- Hopewell Furnace National Historic Site: For the 112 year history of Hopewell Furnace (1771-1883), African-Americans played an important role in one of the area's most active industries.
- Lewis & Clark National Historic Trail: Little is known about the life of York. He was an enslaved man owned by William Clark, and later became a member of the Corps of Discovery.
- Mammoth Cave National Park: African Americans played a vital role in the development of cave tour routes and the visitor experience throughout the 19th and early 20th century. The first black guides were slaves and through their efforts opened up the golden age of cave exploration for Mammoth Cave.
- Monocacy National Battlefield: African-American slaves were instrumental in the development of the Monocacy are
- New Bedford Whaling National Historical Park: African Americans were employed on the whaling ships that left New Bedford.
- Petersburg National Battlefield: One of the greatest concentration of U.S. Colored Troops (USCT) during the Civil War was at Petersburg.
- Prince William Forest Park: Free African Americans had been present in Prince William County from its beginnings. The African-American Cole family seems to have been in the county since 1767. By the time of the first surviving U.S. Census for the area, dating to 1810, there was a sizable “mulatto” community in the Dumfries District. After the Civil War, many of those African Americans lived near the eastern boundary of the Park in a community called Batestown. The park was also home to summer camps in the 1930s that provided segregated camp facilites for urban African American youth from Washington, DC.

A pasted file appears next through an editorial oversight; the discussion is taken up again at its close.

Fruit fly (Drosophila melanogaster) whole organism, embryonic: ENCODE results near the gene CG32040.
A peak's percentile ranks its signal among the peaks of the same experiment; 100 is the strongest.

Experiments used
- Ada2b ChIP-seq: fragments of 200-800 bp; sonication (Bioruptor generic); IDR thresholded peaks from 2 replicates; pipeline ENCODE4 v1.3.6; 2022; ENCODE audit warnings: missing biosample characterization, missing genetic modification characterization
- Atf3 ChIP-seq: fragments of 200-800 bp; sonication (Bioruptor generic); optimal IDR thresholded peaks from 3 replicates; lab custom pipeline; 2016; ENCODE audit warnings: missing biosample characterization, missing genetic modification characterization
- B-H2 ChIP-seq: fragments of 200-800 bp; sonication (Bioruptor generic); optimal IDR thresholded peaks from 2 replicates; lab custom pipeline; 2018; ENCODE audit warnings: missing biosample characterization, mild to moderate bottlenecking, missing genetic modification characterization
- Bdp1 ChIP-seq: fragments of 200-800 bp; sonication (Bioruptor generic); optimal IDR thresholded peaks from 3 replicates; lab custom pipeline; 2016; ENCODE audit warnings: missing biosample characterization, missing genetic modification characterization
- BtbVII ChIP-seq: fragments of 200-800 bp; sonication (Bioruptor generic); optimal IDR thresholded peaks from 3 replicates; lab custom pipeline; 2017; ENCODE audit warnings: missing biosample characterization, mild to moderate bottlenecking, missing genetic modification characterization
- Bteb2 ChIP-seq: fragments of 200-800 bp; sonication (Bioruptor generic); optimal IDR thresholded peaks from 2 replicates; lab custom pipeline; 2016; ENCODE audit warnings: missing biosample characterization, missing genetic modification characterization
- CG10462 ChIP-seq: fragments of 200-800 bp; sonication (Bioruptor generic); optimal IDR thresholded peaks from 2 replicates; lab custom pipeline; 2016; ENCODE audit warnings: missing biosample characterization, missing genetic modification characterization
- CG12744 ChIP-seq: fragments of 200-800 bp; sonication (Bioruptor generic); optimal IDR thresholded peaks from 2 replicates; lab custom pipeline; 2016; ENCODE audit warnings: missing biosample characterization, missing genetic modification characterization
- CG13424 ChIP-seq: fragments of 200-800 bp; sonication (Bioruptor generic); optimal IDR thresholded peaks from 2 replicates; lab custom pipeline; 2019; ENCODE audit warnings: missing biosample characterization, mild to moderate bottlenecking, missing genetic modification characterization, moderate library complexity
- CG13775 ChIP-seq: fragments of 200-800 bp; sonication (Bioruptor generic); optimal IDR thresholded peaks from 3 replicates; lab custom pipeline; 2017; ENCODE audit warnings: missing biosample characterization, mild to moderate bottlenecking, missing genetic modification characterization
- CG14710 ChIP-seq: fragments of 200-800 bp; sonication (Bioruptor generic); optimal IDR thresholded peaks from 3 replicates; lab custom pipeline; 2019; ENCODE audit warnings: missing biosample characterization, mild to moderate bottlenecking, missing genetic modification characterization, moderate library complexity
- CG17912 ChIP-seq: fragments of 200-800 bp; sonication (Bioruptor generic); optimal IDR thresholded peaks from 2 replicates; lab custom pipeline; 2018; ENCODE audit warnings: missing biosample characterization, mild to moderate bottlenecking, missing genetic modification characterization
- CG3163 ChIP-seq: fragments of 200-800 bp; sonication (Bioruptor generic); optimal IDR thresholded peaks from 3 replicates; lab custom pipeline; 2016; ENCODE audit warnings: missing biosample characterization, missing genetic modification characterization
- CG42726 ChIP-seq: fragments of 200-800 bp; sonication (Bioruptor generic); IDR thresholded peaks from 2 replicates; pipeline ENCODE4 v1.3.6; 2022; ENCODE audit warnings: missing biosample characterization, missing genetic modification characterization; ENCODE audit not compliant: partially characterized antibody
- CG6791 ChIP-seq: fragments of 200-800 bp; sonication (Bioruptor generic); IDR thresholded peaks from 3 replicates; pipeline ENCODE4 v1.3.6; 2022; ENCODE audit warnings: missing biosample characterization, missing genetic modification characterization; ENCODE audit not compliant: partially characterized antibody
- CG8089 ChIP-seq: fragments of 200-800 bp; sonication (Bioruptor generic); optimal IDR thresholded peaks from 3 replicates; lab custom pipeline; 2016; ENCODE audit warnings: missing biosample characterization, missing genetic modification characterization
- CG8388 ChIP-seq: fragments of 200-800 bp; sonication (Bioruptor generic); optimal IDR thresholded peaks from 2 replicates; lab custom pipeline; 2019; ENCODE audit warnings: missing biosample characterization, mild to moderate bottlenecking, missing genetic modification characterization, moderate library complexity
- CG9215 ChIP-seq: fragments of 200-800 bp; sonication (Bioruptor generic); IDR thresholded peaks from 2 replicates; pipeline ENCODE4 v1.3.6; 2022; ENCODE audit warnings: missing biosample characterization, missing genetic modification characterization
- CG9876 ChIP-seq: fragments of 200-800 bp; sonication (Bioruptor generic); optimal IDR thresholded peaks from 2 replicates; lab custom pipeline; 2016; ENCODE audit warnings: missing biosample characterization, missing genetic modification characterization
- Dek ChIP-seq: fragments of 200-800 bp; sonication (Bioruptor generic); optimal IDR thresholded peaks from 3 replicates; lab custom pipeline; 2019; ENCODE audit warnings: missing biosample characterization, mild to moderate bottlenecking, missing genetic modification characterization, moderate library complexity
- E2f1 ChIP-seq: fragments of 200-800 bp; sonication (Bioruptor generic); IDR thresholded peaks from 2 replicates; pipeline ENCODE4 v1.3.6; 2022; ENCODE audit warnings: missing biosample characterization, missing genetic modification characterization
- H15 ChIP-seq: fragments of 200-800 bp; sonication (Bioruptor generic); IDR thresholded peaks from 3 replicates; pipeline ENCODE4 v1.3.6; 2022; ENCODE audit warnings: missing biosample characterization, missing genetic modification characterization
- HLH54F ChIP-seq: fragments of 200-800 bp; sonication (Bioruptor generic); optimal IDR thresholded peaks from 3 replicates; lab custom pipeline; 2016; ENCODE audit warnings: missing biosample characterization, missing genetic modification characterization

- Richmond National Battlefield Park: In the early morning hours of September 29, 1864, black troops, or United States Colored Troops (USCTs for short) charged the Rebel works at New Market Heights, VA. For their valor in this engagement, 14 USCTs received the Medal of Honor. Richmond National Battlefield tells the story of these men and the fateful morning of September 29, 1864
- Saint-Gaudens National Historic Site: Learn about the artist who created the infamous Shaw Memorial,
- Sequoia & Kings Canyon National Parks was home to Charles Young and the Buffalo Soldiers.
- Shiloh National Military Park: The Corinth Contraband Camp was established by the Union to accommodate these refugees. The camp featured numerous homes, a church, school and hospital.
- Valley Forge National Historical Park:The majority of the African-Americans who served in the Continental Army at Valley Forge, were in combat units, they manned positions in the outer defense lines and were on foraging parties.
- Vicksburg National Military Park: At Port Hudson in May of 1863, and Milliken's Bend the following month, African-Americans proved their mettle on the field of battle, thus quieting some of their harshest critics and winning the confidence of others. The contributions of those men and others like them who served both North and South during the Vicksburg campaign is commemorated on the grounds of Vicksburg National Military Park by the erection of the Mississippi African-American Monument.
- Yosemite National Park hosted the Buffalo Soldiers and continues to tell their stories today.
Last updated: March 26, 2021